Irish to join EU Battle Groups

Posted in Europe | 03-Mar-06 | Author: Declan Power

Declan Power

News that Ireland is finally to join up to the European Battle Group concept has been met with the usual welcome and opprobrium from the different quarters.

The truth of the matter is that despite hysteria and wildly inaccurate reports from fringe activist groups, this is directly in line with Ireland’s avowed foreign policy aims.

Despite claims of military neutrality, this state has always believed in playing its part in maintaining and restoring international stability. Indeed as far back as the late ‘30s Prime Minister de Valera was in favour of contributing troops under a League of Nations banner to prevent or stop Italian aggression in Abyssinia.

The cornerstone of Irish involvement in overseas security operations has been to participate through the mechanism of the UN. Therefore most of our troop contributions to peacekeeping have been under a UN flag with our soldiers wearing blue berets.

However, like mainstream warfare, peacekeeping doctrine does not exist in a vacuum, it has evolved. As the Cold War ended, the UN finally became freed up to intervene in a variety of nasty ethnic conflicts such as those that flared in the Balkans and Africa.

So it was in the 90s that traditional methods of UN peacekeeping, that is sending lightly armed troops in to police a signed peace agreement didn’t work. It didn’t work because you invariably had many warring parties who were happy to break treaties and go back to their ethnic killing sprees when they realised the blue-helmeted troops had neither the fire-power, the direction or the will to stop them.

Three salient examples of this include:

Sierra Leone - The small African-led UN force was virtually massacred by the warring parties. It took the hard-nosed intervention of Britain’s Parachute Regiment deployed from off-shore aircraft carriers to restore a climate that allowed the UN operation to flourish. Sierra Leone, while far from perfect, now enjoys more stability than it did over the last 20 years.

Srebrenica in Bosnia – Over ten years ago the Bosnian Serb army entered what was supposed to be a UN-protected safe haven for civilians and massacred over 7,000 muslim men and boys. This was done as Dutch UN peacekeepers got on buses to leave the area because the UN-led force was unable to provide air support to their troops.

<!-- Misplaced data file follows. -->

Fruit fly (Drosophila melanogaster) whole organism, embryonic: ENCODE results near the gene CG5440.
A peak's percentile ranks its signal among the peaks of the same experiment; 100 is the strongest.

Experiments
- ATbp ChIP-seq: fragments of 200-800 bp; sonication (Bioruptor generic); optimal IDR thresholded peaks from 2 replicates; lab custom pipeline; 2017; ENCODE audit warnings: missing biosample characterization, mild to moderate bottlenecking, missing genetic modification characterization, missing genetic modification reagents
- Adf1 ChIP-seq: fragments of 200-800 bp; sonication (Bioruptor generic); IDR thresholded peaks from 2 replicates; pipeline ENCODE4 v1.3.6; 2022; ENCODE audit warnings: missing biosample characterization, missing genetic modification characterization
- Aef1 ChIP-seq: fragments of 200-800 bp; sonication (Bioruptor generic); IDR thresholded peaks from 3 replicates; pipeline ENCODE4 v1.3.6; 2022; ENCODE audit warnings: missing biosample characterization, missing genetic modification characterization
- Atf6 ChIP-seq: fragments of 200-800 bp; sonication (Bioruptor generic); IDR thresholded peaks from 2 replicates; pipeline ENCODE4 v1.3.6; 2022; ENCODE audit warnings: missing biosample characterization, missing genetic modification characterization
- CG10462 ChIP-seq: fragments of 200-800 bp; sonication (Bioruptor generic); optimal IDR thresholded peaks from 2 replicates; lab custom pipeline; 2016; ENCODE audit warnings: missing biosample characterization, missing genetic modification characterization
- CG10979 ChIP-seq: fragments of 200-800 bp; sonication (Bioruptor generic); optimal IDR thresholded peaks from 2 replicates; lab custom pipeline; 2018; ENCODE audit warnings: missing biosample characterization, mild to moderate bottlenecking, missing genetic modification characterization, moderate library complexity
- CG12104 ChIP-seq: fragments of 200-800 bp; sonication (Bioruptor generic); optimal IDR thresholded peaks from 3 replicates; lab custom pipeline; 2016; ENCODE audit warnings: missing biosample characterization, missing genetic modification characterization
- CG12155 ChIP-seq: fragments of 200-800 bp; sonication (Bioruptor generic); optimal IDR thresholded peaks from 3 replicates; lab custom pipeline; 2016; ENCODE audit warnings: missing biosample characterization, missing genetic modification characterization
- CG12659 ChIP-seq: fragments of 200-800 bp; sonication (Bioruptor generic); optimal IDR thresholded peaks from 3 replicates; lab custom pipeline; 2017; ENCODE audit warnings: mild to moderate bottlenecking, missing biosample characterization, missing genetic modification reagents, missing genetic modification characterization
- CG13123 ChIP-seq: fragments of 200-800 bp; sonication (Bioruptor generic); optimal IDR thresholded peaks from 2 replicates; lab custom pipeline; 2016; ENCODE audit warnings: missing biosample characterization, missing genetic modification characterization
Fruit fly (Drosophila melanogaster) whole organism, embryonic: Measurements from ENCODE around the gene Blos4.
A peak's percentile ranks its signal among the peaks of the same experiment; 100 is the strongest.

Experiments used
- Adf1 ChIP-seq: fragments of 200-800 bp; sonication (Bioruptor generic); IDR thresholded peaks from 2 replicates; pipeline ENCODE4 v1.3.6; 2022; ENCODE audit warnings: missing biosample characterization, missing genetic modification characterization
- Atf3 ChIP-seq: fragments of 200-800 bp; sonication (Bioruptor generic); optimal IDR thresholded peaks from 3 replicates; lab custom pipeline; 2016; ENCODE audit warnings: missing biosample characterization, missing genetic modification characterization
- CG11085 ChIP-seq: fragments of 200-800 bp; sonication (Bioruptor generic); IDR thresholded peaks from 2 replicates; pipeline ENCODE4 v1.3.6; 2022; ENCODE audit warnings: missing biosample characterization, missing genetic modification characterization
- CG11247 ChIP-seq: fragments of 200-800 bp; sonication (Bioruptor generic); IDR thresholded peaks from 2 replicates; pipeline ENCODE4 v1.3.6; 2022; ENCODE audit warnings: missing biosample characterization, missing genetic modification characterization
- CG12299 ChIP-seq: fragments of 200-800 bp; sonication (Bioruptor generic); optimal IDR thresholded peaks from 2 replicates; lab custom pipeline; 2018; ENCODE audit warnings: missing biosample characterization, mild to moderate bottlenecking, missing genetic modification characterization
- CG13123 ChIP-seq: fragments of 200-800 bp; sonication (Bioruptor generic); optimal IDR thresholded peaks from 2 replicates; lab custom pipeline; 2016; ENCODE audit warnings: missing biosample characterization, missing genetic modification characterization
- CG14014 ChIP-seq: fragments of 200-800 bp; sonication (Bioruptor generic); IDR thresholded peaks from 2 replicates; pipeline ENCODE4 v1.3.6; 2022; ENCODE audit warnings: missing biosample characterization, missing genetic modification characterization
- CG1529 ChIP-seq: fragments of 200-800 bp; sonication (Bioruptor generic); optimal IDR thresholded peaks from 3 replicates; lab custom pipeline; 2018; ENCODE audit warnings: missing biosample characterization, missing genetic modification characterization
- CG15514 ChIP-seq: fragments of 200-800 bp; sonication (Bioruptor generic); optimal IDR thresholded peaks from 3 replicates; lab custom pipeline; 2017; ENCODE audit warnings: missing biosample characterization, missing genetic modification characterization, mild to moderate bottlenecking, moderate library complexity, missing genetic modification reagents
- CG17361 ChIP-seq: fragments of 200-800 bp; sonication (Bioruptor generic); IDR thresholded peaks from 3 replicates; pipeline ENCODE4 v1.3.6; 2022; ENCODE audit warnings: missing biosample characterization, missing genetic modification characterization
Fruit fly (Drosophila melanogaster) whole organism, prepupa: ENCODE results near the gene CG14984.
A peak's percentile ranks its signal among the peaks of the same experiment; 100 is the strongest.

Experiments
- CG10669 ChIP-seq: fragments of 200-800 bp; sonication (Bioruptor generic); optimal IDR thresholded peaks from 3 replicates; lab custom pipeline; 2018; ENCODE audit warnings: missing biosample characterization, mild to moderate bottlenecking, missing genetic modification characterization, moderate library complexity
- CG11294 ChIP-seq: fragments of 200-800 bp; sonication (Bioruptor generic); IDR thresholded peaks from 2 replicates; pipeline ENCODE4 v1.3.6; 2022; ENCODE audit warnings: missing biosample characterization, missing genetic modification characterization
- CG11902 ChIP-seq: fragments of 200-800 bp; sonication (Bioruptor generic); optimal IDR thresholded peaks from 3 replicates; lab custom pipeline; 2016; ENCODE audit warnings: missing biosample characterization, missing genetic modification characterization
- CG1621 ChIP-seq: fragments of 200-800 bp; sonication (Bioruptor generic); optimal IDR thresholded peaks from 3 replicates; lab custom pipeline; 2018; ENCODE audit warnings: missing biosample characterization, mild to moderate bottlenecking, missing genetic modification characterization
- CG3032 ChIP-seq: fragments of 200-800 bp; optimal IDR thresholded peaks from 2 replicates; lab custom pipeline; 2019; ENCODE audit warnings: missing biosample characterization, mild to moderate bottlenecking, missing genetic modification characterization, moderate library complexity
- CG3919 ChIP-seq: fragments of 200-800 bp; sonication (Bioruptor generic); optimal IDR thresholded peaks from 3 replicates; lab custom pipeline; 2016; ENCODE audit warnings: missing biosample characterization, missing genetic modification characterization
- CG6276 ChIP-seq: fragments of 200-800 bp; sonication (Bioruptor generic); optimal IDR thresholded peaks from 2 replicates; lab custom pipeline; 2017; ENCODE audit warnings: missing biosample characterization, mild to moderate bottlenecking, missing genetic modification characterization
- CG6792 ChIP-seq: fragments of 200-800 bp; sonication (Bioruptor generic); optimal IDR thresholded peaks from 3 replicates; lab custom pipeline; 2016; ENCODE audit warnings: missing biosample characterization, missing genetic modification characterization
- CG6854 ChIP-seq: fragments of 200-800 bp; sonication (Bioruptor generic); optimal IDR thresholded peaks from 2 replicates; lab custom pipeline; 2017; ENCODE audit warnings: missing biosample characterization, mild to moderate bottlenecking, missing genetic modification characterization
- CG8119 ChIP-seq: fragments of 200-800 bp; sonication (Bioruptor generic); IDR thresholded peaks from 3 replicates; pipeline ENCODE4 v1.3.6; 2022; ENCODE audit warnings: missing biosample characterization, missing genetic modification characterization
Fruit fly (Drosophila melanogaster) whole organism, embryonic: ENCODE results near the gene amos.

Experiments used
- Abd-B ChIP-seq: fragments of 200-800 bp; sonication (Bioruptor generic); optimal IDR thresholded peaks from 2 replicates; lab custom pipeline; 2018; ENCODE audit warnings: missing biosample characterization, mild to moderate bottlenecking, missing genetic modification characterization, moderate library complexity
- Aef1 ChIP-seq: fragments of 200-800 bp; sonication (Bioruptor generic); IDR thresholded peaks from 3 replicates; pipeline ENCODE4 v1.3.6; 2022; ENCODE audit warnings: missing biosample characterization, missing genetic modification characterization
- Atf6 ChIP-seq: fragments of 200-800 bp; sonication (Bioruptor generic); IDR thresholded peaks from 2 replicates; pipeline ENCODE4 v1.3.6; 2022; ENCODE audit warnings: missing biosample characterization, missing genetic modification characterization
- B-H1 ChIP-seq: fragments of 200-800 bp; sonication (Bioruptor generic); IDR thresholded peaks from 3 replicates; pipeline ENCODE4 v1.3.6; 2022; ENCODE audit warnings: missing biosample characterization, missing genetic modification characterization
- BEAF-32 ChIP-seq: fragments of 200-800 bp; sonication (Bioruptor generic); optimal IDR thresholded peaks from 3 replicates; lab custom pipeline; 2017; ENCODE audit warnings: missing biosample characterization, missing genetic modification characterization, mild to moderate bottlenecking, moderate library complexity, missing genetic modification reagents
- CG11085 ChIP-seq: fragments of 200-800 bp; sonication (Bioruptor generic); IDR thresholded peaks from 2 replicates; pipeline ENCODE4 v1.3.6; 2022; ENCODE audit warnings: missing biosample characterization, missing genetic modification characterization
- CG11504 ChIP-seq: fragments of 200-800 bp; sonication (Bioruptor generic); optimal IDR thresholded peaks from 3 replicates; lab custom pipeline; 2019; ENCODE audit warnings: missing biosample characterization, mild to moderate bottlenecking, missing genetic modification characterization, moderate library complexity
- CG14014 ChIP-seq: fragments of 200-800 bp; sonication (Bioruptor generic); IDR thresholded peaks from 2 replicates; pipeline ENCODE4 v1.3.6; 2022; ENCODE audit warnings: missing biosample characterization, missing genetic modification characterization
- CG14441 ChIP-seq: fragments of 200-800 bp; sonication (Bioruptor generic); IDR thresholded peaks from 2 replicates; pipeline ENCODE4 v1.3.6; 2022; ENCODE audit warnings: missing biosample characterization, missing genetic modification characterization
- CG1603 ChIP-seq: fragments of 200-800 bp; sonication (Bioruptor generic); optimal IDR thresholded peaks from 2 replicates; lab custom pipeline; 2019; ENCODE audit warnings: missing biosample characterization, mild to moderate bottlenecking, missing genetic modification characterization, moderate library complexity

Rwanda – Due to dithering about what constituted genocide within the UN, the US and the EU, wholesale slaughter took place under the very eyes of the UN force. To the chagrin of the UN commanders on the ground, their force was actually reduced in number at the height of the genocide.

A UN-commissioned document entitled the Brahimi Report highlighted the need for a harder hitting force to be able to create the stability necessary for the more lightly armed troops to police an actual peace.

Thus EU Battle Group concept grew from the abject failure of Europe to stop ethnic aggression on her own borders during the Balkan debacle. But more importantly it has also been requested by UN Secretary-General Kofi Annan.

He has been to the fore in requesting Europe make ready a force that the UN can task or sub-contract out these difficult but necessary peace enforcement missions.

Ireland’s contribution to these missions is not going to be manpower-intensive. We simply don't have the numbers of well-equipped infantry and vehicles to make such a contribution.

Rather it will take the form of providing small, but potent bodies of troops such as special-forces teams, logistical and operational planners, explosive ordnance disposal and engineering expertise.

We have already done this on some of the NATO-led missions, such as supplying military police and transport specialists in Bosnia. Also Ireland provides a small but significant intelligence cell to the International Security Assistance Force (ISAF) in Afghanistan.

There is nothing new here. Because the UN have mandated lead-forces to run these bigger more complex operations we have worked on a number of missions with different operational bosses other then UN HQ in New York.

These include our initial participation in the East Timor operation where we sent a Ranger team to served under Australian leadership. Bosnia, where our troops were under NATO control and more recently Kosovo where a reinforced infantry company serve within a larger Finnish force which in turn was controlled by a British leadership.

This is the new reality of conflict management and resolution a polyglot response of nations bound by their common desire to restore stability and security.

The one binding issue however that covers the deployment of Irish troops is the Triple-Lock mechanism. For Irish troops to deploy, there must be a UN mandate, Irish Governmental assent and a Parliamentary majority in agreement.

It’s a debate for another day, but this does seem a tad unwieldy for a force that requires rapid deployment?

Ends

Declan Power is an independent security and defence analyst and author of Siege at Jadotville.

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